A phone is a device that allows people to be in contact with one another by voice or electronic means. You can talk to someone else on the other side of the Earth with a phone. Phones have evolved: from rotary and corded phones to cell phones and smartphones.
The first device that enabled people to communicate wirelessly was invented by Antonio Meucci; he called it “teletrofono”. This shows that some scientists had started believing in wireless communication as early as 1849. However, Alexander Graham Bell is given credit for inventing the first practical telephone in 1876. The first commercial telephone services were set up in 1878, both in London and New Haven, Connecticut. In 1880, the first permanent transatlantic service began between Clifden, Ireland, and Glace Bay Canada. During this period there were lots of problems with the new technology. People did not think it would be practical, others said that the new technology was just a “flash in the pan” and they predicted its quick demise. By 1890, there were over 10 million people around the world who owned phones.
A Rotary Dial Telephone:
As we can see from the picture above, in 1891, this was how a phone looked like. This kind of phone is called rotary dial because you had to rotate a metal disk fixed on top of it with your finger until you came across an alphanumeric sequence that by coincidence matched with someone nearby’s phone number. The first such phones didn’t have letters on the disk, just numbers. This phone worked on a “party line” system where multiple households shared the same line and it was first used commercially in 1877.
Phones started to look more modern with the advent of new technologies. The first touch-tone phone appeared around 1963. It came complete with push buttons, an electronic ringtone generator (yes, phones used to make noises), and other things that are common to us today but were rare back then.
The next big change happened when phones became cordless. Mobile telephony is credited as having been pioneered by NTT Docomo of Japan who launched their network in 1979 originally offering only 2300 MHz personal ten-digit dialing cellular mobile phones to Japanese consumers. Many of these early phones were heavy and had very poor battery life. But, because of their exclusivity, they also had a certain edge over other brands that offered mobile telephony solutions around the same time.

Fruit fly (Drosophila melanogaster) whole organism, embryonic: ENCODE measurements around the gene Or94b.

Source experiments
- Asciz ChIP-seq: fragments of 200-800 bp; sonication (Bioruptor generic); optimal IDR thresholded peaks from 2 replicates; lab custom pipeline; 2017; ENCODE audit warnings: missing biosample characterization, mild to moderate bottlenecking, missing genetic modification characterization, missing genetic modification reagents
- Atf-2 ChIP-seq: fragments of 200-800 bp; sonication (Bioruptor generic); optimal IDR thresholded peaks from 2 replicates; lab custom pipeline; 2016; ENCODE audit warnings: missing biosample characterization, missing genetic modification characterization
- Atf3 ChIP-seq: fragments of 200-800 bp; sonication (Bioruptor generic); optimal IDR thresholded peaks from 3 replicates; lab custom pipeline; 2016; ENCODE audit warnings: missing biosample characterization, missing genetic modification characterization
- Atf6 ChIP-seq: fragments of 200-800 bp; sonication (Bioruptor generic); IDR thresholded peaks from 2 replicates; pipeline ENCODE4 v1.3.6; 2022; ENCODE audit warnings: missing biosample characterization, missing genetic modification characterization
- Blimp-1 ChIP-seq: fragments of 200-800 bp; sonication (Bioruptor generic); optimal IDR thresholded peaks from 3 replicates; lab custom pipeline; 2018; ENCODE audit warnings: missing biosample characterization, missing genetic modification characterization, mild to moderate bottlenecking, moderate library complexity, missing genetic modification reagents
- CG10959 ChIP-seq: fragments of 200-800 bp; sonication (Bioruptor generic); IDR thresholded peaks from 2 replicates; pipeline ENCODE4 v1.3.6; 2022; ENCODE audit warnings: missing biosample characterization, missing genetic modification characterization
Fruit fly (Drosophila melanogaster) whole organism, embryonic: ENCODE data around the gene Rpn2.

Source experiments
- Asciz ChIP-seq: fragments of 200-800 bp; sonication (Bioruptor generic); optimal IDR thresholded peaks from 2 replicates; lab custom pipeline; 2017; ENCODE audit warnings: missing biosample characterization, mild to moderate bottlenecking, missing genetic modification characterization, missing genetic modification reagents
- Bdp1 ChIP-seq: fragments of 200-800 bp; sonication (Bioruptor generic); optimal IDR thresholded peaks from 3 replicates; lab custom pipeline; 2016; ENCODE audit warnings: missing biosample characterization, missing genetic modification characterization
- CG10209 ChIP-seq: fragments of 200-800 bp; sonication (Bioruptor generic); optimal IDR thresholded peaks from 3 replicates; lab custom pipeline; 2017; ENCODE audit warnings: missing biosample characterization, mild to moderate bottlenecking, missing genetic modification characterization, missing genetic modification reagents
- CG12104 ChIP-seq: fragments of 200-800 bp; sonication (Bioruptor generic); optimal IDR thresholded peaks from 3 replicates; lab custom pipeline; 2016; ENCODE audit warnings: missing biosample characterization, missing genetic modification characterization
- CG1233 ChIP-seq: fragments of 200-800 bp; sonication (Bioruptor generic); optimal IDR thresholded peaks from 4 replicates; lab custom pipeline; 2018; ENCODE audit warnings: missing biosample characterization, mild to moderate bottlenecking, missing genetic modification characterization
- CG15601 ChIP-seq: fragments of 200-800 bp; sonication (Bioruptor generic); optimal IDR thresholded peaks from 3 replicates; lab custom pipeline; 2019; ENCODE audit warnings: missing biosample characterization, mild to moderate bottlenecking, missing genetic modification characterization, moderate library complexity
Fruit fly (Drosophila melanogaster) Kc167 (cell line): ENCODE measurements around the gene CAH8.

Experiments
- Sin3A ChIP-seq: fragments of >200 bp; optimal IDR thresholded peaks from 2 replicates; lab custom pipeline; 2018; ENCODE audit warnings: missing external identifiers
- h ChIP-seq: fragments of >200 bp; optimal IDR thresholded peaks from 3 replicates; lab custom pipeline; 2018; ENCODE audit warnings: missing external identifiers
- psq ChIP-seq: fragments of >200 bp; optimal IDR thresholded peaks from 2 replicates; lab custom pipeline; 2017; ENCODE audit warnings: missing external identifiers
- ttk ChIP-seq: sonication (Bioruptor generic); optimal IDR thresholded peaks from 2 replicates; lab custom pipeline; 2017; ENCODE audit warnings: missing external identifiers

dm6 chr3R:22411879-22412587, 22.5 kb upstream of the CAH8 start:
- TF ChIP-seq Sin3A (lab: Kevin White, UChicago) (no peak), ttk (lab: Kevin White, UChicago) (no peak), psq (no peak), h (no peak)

The power of wireless communication spread to North America in 1983, when Motorola launched DynaTAC 8000X (seen below), the first commercial portable cellular phone weighing 1.75 pounds (0.79 kg) including battery! The huge disadvantage here was that the battery only lasted for half an hour before needing to be recharged! However, this was still enough for it to find itself in common use by 1989-90. These phones retailed at just under $4,000 making them affordable only to the wealthy or business people who needed them for work.
The Early 1990s:
The early 1990s saw the rise of cellular phone services in North America and Europe, which made use of the digital/PCS (Personal Communications Services) standards. The NTT Docomo mobile phone service was launched in 1991 with 1.5 Mbps ISDN data transmission speed on 4G network infrastructure. With the development of all-IP networks, the Internet will be available anywhere around 2020 at high speeds. The big advantage here will be that all devices that are IP enabled will be able to connect using this technology without requiring separate connections for different devices. This is what we term ubiquitous connectivity.
This truly heralded in the era when phones started looking like phones. Even though cellphones were already in use, it was in the mid-1990s that they began to get a lot more popularity. Today almost everyone owns a cellphone, which brings us up to date with where we are today.